Is Peloton’s (NASDAQ: PTON) Selling Overdone?
With a 50% slide in their shares over the last four months, Peloton (NASDAQ: PTON) risks becoming one of the biggest, and latest, stars of 2020 to blow up.
With a 50% slide in their shares over the last four months, Peloton (NASDAQ: PTON) risks becoming one of the biggest, and latest, stars of 2020 to blow up. Like for many tech and e-commerce names, after an initial wave of risk-off selling in March of 2020, the COVID pandemic became a cloud with a very silver lining. With gyms shut and stay-at-home orders issued, more people than ever before had to turn to home workouts.
Unsurprisingly, the old-fashioned exercise bike was high on people’s lists and with Peloton’s state-of-the-art bike having just started to make a name for itself, the stars aligned for the Kickstarter founded and New York-headquartered company. Shares had traded largely sideways since their IPO six months before the pandemic hit, but by the middle of April 2020 they were already at all time highs. When the chips were all counted at the end of last year, Peloton shares had tacked on more than 700% since the lows of March.
Hero To Zero
There’s most certainly a different atmosphere in Peloton HQ now though as we head towards the halfway mark of Q2 2021. Their triple digit price-to-earnings ratio might have been sustainable with rates at record low and the Federal Reserve sending out dovish signals all last year, but since that narrative changed last quarter the bears have been baying for blood. In addition, Peloton has been plagued by recent reports of injuries and deaths caused by their treadmills, which have since been recalled en masse, leading to management warning investors to expect a $165 million hit to next quarter’s revenue as a result. But with shares having already been sliced in half, is there a case for considering the long side now?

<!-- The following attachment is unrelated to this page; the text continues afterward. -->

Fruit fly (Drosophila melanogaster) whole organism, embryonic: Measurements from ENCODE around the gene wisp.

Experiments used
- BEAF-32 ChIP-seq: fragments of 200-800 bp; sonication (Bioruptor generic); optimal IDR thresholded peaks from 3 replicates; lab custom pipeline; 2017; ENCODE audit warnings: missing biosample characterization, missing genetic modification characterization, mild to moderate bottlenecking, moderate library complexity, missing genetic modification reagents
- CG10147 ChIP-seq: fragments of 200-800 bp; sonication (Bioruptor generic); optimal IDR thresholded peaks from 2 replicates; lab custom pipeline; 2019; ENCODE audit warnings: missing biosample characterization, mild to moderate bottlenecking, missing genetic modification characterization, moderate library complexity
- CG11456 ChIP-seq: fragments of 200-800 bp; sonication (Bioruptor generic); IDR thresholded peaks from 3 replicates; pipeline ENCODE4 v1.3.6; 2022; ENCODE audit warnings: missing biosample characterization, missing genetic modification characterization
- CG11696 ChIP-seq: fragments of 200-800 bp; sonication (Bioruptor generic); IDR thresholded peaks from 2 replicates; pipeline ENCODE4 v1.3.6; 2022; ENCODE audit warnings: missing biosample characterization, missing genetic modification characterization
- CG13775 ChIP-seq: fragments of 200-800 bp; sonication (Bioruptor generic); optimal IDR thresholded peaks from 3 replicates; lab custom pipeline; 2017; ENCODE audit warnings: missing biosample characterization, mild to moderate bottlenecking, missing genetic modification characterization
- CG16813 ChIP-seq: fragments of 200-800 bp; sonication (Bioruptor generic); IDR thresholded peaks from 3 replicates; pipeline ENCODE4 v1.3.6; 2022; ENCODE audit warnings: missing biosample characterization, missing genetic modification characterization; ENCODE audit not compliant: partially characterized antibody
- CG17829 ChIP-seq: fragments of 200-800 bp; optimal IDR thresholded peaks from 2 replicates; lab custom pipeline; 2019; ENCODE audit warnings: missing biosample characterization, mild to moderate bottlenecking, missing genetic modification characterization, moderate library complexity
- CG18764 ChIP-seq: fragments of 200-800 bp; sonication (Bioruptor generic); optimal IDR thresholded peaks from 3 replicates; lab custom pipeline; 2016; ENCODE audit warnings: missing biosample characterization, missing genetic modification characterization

Late last week, Needham was one of the first to make the call that this current bout of selling is overdone and that the upside outweighs the downside at current prices. They reiterated their Buy rating and gave shares a fresh $125 price target. From Monday’s closing price, this suggests a solid upside of more than 40%.
In a note to clients they called this the bottom and highlighted their focus on new products coming down the line which should more than make up for the short-term hit due to the recall. They added, “with more clarity on the recall, which we assume will largely be confined to the FY4Q, we like the risk-reward at these levels as we are closing in on the launch of the value tread in July. We expect it to be a transformative product launch for the company and should quickly become its second-largest SKU. We believe connected fitness has staying power beyond the pandemic given the convenience and affordability it brings to the consumer and PTON's lead should only grow over time”.
Considering The Long Case
For any investor on the sideline impressed with this bullish tone, it’s worth noting that Peloton’s FYQ3 earnings were reported last week and confirmed that the company’s revenue growth is still powering ahead. In the midst of all the weakness in the stock, revenue was up 140% on the year and well ahead of the consensus. Bottomline EPS was also more than analysts were expecting and just barely in the red. The company’s digital subscriptions were up 400% while 12 month retention came in at a solid 92%.There’s no doubt that some major macro and micro factors have caused the recent sell-off, but is a 50% drop in a company that’s pumping out 140% year-on-year growth really rational? The stock’s RSI is down around 30 indicating extremely oversold conditions and exercise bikes aren’t going out of fashion anytime soon. If Peloton shares can manage to halt the slide and consolidate around the $80-$90 range, then it’s not too difficult to see them reversing this slide as the treadmill recall fades into the distance and tech stocks come back into favor again.
Featured Article: How does new data get added to a blockchain?
Entrepreneur Editors' Picks
Zooey Deschanel Embraces the Word 'Quirky' and Thinks Businesses Should Too
A Simple (But Not Easy) Guide to Achieving Almost Any Dream
Making Time to Be 'Useless' Is a Vital Part of Creating Anything Valuable
A Billionaire Who Operates More Than 2,400 Franchises Knows These Types of Franchisees Make the Most Money
How Relentless Optimism Fuels Success for Hilary Schneider, CEO of Shutterfly
The Paradox of Celebrity Tequila
Social Media Was Draining Me, So I Gave It Up. My Business Has Never Been Stronger.